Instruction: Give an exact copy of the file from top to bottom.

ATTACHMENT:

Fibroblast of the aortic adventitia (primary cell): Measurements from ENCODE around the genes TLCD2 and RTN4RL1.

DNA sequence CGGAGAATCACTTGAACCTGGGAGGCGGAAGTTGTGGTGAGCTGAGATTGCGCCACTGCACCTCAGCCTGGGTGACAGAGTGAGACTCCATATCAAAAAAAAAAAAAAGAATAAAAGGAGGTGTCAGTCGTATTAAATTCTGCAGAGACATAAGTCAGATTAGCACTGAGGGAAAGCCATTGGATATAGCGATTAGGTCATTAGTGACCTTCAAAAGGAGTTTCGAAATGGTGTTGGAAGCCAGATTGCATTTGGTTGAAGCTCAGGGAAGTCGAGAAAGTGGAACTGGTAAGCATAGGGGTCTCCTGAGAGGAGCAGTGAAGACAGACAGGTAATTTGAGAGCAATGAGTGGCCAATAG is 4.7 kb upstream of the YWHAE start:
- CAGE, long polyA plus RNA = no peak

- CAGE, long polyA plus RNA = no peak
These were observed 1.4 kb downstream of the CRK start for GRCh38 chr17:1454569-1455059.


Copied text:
Fibroblast of the aortic adventitia (primary cell): Measurements from ENCODE around the genes TLCD2 and RTN4RL1.

DNA sequence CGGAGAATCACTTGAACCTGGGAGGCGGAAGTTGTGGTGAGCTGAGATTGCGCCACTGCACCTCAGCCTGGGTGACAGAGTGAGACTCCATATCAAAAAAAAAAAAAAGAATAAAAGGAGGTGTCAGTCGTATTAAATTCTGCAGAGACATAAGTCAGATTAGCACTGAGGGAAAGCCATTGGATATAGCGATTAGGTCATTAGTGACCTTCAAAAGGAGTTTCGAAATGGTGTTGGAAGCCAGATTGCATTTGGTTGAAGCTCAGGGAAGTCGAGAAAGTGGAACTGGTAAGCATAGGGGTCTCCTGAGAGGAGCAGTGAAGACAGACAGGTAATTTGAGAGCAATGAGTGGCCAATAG is 4.7 kb upstream of the YWHAE start:
- CAGE, long polyA plus RNA = no peak

- CAGE, long polyA plus RNA = no peak
These were observed 1.4 kb downstream of the CRK start for GRCh38 chr17:1454569-1455059.